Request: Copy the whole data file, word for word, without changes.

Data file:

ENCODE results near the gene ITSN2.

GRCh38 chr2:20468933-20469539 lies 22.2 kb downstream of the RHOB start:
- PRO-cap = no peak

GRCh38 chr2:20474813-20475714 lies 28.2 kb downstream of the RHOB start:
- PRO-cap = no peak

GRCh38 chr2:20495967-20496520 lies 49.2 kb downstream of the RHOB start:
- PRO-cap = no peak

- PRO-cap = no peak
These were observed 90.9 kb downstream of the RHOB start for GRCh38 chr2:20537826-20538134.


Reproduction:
ENCODE results near the gene ITSN2.

GRCh38 chr2:20468933-20469539 lies 22.2 kb downstream of the RHOB start:
- PRO-cap = no peak

GRCh38 chr2:20474813-20475714 lies 28.2 kb downstream of the RHOB start:
- PRO-cap = no peak

GRCh38 chr2:20495967-20496520 lies 49.2 kb downstream of the RHOB start:
- PRO-cap = no peak

- PRO-cap = no peak
These were observed 90.9 kb downstream of the RHOB start for GRCh38 chr2:20537826-20538134.